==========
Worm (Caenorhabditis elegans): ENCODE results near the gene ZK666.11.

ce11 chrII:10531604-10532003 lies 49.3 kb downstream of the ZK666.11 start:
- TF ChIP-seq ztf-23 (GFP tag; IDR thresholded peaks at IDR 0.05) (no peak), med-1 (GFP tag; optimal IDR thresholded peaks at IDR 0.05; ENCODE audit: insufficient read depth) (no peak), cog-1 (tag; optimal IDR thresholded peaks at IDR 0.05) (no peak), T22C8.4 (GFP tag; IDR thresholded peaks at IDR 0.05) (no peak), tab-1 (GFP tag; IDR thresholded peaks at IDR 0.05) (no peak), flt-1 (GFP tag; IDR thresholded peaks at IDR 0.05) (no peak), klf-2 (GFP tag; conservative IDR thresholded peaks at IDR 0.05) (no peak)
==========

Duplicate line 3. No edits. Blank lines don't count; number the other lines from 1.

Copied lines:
- TF ChIP-seq ztf-23 (GFP tag; IDR thresholded peaks at IDR 0.05) (no peak), med-1 (GFP tag; optimal IDR thresholded peaks at IDR 0.05; ENCODE audit: insufficient read depth) (no peak), cog-1 (tag; optimal IDR thresholded peaks at IDR 0.05) (no peak), T22C8.4 (GFP tag; IDR thresholded peaks at IDR 0.05) (no peak), tab-1 (GFP tag; IDR thresholded peaks at IDR 0.05) (no peak), flt-1 (GFP tag; IDR thresholded peaks at IDR 0.05) (no peak), klf-2 (GFP tag; conservative IDR thresholded peaks at IDR 0.05) (no peak)